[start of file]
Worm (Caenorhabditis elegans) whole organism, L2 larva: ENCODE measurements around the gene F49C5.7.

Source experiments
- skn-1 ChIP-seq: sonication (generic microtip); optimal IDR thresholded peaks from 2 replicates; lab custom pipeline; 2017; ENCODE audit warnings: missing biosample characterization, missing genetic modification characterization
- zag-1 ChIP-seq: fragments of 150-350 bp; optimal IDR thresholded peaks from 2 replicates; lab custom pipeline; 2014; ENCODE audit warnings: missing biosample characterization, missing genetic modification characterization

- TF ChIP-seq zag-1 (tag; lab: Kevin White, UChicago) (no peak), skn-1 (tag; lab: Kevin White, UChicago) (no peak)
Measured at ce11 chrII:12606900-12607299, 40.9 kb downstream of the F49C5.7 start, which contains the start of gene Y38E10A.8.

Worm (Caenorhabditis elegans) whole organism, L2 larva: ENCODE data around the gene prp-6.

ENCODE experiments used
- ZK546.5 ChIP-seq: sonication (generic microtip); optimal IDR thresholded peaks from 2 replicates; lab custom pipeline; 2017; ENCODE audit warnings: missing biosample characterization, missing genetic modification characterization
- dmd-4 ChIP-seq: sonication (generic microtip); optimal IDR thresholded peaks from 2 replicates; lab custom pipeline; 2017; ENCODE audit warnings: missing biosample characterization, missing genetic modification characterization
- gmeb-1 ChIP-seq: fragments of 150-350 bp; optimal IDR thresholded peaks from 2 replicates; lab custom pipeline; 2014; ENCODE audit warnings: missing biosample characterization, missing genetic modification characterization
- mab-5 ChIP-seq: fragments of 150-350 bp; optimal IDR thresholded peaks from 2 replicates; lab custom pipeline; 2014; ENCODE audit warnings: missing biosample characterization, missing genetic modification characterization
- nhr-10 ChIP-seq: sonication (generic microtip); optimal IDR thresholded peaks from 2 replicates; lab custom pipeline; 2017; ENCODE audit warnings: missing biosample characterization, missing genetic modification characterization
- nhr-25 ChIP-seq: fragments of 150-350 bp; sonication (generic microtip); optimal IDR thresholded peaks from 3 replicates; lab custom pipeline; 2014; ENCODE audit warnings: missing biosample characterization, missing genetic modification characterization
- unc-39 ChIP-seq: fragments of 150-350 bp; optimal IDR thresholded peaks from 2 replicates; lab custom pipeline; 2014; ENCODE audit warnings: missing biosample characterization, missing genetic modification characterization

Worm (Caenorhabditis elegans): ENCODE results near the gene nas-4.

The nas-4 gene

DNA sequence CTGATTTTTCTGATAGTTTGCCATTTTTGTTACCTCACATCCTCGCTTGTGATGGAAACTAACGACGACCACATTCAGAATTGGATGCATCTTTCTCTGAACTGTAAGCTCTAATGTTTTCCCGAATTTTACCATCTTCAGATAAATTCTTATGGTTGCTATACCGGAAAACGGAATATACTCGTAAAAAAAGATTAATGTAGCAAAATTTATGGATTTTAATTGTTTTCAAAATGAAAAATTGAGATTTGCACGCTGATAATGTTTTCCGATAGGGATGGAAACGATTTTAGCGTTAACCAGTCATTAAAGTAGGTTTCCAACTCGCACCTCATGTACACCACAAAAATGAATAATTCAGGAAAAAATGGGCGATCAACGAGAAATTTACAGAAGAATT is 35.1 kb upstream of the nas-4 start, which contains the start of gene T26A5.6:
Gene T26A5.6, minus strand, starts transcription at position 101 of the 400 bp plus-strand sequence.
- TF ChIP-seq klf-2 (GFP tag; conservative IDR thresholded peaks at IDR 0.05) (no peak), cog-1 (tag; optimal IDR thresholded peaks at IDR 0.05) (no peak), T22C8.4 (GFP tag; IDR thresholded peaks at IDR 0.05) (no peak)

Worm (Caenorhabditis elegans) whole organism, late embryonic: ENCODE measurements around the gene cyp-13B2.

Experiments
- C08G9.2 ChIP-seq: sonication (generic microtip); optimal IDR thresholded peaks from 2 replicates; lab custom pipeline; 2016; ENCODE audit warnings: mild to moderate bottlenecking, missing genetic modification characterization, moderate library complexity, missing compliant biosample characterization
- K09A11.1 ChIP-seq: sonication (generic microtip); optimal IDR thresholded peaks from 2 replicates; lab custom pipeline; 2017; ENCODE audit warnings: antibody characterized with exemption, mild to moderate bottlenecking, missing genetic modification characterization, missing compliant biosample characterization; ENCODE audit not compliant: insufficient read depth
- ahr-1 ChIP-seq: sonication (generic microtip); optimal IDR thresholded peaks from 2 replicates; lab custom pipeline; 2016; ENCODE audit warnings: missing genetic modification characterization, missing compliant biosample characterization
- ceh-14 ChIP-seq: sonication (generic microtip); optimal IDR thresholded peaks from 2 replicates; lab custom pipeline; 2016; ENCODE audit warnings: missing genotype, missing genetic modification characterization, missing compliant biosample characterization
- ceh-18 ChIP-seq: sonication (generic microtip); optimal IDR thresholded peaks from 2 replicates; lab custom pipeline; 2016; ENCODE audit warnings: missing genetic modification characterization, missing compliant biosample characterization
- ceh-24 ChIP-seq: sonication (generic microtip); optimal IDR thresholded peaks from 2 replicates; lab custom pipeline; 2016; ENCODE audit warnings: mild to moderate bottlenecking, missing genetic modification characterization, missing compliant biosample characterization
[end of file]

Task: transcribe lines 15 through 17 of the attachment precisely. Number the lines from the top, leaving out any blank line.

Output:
- unc-39 ChIP-seq: fragments of 150-350 bp; optimal IDR thresholded peaks from 2 replicates; lab custom pipeline; 2014; ENCODE audit warnings: missing biosample characterization, missing genetic modification characterization

Worm (Caenorhabditis elegans): ENCODE results near the gene nas-4.

The nas-4 gene